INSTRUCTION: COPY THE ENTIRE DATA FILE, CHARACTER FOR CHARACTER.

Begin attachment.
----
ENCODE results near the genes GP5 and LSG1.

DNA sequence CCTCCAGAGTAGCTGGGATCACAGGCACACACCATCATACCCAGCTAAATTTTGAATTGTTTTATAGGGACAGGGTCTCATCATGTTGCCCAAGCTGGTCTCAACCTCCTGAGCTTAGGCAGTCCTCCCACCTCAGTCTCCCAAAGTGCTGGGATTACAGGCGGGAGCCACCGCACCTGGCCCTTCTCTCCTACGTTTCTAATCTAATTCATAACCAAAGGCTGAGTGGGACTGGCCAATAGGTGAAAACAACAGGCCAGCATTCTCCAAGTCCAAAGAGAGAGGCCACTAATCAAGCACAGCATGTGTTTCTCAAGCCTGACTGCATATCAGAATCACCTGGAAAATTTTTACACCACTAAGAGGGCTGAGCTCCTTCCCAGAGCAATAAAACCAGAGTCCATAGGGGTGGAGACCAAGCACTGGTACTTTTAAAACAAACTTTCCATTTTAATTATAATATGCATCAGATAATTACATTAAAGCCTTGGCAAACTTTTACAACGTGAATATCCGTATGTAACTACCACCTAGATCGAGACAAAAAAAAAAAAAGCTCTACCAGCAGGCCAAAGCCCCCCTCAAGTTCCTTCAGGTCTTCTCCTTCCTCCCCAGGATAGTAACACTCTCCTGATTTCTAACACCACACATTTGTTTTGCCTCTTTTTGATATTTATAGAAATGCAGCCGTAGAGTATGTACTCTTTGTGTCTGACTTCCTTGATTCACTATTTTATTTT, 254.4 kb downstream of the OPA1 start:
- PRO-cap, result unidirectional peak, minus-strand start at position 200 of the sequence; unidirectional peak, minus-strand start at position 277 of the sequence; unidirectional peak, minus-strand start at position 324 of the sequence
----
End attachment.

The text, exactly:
ENCODE results near the genes GP5 and LSG1.

DNA sequence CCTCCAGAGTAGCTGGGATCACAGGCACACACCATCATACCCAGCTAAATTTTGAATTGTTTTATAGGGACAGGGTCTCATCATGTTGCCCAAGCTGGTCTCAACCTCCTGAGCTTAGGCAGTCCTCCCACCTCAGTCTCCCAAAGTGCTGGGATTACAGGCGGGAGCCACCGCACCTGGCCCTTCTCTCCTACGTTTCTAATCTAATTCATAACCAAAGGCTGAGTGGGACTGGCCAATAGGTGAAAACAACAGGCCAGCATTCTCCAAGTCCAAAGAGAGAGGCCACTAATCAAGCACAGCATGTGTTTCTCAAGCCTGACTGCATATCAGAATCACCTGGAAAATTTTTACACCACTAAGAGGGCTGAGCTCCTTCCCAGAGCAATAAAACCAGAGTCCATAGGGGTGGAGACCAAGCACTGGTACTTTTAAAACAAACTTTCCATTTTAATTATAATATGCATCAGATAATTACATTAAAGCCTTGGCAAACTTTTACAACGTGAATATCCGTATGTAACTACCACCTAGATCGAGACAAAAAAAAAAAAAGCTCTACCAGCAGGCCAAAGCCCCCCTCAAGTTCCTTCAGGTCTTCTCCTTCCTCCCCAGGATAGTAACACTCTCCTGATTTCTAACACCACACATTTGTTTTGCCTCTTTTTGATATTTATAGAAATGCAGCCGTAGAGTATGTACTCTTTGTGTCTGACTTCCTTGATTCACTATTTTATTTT, 254.4 kb downstream of the OPA1 start:
- PRO-cap, result unidirectional peak, minus-strand start at position 200 of the sequence; unidirectional peak, minus-strand start at position 277 of the sequence; unidirectional peak, minus-strand start at position 324 of the sequence